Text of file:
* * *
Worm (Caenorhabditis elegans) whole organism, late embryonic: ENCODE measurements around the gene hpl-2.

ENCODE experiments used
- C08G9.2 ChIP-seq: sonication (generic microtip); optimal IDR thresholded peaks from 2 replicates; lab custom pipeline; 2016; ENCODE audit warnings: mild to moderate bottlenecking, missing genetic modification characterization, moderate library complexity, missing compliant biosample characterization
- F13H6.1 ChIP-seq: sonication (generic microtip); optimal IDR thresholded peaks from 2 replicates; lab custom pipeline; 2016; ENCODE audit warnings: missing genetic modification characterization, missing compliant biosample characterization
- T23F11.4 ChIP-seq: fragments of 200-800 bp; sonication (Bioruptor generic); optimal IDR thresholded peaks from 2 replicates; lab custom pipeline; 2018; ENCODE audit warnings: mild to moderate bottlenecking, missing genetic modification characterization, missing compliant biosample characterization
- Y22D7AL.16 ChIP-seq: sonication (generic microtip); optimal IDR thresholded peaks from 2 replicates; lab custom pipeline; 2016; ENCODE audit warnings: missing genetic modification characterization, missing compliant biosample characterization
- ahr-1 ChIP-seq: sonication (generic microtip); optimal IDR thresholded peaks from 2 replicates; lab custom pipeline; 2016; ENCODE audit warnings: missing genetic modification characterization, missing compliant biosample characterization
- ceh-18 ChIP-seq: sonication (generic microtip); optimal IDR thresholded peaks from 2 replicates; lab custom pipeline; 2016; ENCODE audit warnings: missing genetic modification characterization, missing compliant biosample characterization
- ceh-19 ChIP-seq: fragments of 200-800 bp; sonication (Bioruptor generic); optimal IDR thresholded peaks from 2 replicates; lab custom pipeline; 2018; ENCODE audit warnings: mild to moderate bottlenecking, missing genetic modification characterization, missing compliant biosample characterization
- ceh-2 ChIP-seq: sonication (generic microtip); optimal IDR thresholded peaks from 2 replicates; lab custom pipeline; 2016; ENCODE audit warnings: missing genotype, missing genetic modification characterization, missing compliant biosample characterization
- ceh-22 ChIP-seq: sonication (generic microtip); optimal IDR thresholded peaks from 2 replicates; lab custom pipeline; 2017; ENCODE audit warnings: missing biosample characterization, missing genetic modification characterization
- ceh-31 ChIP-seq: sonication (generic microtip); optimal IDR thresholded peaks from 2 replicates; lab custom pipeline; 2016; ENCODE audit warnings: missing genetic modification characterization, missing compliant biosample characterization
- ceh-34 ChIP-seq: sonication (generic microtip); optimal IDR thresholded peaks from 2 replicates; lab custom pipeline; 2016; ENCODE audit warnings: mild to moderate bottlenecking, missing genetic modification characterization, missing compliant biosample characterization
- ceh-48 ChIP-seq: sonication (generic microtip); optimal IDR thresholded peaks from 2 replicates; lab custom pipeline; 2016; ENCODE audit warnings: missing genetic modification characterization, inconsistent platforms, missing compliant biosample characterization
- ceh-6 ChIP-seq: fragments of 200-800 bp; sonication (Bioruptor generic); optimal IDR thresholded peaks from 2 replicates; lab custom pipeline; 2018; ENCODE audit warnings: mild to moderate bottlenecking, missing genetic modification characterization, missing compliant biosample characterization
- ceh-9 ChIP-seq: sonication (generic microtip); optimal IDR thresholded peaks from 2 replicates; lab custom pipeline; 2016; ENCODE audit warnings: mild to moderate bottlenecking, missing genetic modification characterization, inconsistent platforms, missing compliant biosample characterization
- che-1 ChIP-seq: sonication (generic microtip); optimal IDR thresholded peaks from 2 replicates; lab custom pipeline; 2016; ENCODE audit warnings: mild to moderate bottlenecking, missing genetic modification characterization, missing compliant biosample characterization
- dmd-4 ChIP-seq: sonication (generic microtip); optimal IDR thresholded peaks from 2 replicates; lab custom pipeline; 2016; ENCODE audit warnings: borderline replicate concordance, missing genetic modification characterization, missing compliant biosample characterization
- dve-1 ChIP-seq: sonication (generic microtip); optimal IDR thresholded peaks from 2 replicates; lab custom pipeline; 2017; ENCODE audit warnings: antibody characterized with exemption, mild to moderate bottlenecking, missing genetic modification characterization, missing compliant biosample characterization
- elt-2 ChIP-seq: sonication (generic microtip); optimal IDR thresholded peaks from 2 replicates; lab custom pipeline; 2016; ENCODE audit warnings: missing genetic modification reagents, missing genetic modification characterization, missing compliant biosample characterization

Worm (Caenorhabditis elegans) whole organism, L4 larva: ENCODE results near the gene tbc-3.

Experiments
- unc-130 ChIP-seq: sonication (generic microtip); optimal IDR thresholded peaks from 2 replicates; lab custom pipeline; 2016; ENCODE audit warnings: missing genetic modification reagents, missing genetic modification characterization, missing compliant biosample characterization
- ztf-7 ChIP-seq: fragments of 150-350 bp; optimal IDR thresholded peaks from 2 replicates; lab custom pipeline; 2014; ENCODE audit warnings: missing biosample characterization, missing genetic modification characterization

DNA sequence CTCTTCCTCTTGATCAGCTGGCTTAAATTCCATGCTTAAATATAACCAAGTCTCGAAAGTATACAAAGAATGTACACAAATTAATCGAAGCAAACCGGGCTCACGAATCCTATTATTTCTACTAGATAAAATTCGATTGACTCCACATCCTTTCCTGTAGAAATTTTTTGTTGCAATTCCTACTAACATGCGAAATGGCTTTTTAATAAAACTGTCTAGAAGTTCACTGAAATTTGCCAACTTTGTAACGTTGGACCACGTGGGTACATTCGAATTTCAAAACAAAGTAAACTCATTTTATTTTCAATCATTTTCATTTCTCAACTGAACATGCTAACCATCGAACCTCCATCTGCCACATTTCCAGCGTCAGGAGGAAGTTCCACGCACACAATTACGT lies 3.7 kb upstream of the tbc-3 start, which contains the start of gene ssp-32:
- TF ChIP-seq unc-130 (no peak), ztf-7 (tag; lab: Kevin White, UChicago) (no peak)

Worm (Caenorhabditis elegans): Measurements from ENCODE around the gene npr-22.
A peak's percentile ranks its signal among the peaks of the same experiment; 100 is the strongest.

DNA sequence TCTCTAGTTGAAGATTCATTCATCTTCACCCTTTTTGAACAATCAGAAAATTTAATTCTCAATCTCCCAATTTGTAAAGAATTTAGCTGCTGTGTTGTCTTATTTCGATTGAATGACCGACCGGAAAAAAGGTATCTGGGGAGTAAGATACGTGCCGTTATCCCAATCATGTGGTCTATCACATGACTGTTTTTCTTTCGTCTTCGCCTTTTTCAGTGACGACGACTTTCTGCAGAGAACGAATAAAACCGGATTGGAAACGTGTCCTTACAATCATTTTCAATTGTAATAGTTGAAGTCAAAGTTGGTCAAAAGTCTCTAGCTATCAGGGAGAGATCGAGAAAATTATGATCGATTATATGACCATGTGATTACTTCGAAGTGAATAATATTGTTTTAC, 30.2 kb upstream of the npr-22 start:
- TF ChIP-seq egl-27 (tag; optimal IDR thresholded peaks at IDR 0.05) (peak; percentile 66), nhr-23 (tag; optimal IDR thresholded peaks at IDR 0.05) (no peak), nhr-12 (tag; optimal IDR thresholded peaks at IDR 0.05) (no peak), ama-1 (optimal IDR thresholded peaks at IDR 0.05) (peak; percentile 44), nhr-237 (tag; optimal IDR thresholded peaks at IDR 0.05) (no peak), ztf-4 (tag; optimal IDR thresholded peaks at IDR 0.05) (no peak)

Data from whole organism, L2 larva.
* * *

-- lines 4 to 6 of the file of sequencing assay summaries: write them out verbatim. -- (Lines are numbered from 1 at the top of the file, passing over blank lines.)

- F13H6.1 ChIP-seq: sonication (generic microtip); optimal IDR thresholded peaks from 2 replicates; lab custom pipeline; 2016; ENCODE audit warnings: missing genetic modification characterization, missing compliant biosample characterization
- T23F11.4 ChIP-seq: fragments of 200-800 bp; sonication (Bioruptor generic); optimal IDR thresholded peaks from 2 replicates; lab custom pipeline; 2018; ENCODE audit warnings: mild to moderate bottlenecking, missing genetic modification characterization, missing compliant biosample characterization
- Y22D7AL.16 ChIP-seq: sonication (generic microtip); optimal IDR thresholded peaks from 2 replicates; lab custom pipeline; 2016; ENCODE audit warnings: missing genetic modification characterization, missing compliant biosample characterization